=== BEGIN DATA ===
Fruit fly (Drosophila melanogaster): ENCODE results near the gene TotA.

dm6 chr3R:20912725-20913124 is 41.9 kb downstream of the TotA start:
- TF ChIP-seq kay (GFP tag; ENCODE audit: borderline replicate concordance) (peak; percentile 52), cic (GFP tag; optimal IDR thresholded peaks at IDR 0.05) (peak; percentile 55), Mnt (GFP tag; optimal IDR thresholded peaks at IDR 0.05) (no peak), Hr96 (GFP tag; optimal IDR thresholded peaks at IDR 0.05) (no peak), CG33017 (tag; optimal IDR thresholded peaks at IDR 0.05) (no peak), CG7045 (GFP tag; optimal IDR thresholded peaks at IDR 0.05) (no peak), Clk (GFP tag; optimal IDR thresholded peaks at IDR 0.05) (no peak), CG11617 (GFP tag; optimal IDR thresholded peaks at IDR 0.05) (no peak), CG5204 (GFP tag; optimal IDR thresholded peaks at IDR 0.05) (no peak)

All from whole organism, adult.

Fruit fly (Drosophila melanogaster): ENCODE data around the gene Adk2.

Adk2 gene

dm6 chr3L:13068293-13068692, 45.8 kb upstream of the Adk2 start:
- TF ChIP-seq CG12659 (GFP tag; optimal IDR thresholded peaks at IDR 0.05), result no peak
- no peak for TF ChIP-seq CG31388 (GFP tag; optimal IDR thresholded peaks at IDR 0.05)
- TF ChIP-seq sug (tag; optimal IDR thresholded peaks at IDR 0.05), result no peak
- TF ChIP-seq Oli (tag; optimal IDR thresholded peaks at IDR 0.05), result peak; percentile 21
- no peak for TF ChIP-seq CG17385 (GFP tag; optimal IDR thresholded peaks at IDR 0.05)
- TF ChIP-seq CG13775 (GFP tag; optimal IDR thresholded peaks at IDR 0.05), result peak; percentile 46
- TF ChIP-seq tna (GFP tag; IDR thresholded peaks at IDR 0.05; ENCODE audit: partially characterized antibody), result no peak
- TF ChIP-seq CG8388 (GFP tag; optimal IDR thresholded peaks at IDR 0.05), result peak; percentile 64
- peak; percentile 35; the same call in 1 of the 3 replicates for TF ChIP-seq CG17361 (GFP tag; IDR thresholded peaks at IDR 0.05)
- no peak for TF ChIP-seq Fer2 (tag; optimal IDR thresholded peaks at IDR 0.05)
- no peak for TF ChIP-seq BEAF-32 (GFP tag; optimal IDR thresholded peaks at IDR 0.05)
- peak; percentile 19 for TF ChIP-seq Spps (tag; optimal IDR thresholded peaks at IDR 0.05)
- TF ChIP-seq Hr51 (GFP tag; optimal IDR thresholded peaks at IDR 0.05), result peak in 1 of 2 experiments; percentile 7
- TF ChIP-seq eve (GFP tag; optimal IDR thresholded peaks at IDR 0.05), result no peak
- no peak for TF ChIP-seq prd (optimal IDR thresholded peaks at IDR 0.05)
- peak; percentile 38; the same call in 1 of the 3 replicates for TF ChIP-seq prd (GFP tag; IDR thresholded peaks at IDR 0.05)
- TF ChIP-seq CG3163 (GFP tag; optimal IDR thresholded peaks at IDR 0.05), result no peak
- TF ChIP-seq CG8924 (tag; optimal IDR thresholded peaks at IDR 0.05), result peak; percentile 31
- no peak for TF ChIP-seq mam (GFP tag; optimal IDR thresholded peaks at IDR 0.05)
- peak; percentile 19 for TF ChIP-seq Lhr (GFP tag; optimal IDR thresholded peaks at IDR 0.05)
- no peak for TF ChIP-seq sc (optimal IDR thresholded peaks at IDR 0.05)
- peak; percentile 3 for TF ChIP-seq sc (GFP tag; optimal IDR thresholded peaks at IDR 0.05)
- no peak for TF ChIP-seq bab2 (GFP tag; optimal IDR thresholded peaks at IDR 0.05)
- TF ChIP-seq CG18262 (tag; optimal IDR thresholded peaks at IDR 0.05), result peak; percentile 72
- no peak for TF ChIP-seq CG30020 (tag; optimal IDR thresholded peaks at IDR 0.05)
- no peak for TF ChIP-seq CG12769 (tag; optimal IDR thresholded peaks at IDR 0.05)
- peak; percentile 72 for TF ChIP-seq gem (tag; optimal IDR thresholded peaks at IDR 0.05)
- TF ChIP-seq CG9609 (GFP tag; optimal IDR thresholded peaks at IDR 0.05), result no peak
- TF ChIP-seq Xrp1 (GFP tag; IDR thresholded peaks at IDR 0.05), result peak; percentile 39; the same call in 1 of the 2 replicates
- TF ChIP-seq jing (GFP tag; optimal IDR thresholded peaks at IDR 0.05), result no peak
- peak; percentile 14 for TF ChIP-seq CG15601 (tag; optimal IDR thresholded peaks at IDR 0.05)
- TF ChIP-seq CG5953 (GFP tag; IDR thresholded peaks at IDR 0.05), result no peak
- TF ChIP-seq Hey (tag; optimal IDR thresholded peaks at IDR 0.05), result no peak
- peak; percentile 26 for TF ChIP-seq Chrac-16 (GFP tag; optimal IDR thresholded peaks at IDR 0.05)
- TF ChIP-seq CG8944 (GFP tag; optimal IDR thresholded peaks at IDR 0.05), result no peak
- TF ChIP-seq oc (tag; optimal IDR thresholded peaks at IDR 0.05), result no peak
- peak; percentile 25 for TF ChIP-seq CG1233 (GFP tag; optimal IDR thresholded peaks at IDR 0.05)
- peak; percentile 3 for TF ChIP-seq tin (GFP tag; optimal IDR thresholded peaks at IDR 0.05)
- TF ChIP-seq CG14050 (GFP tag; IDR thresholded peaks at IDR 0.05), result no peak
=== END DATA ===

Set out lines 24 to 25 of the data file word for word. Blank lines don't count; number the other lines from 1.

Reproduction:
- TF ChIP-seq CG3163 (GFP tag; optimal IDR thresholded peaks at IDR 0.05), result no peak
- TF ChIP-seq CG8924 (tag; optimal IDR thresholded peaks at IDR 0.05), result peak; percentile 31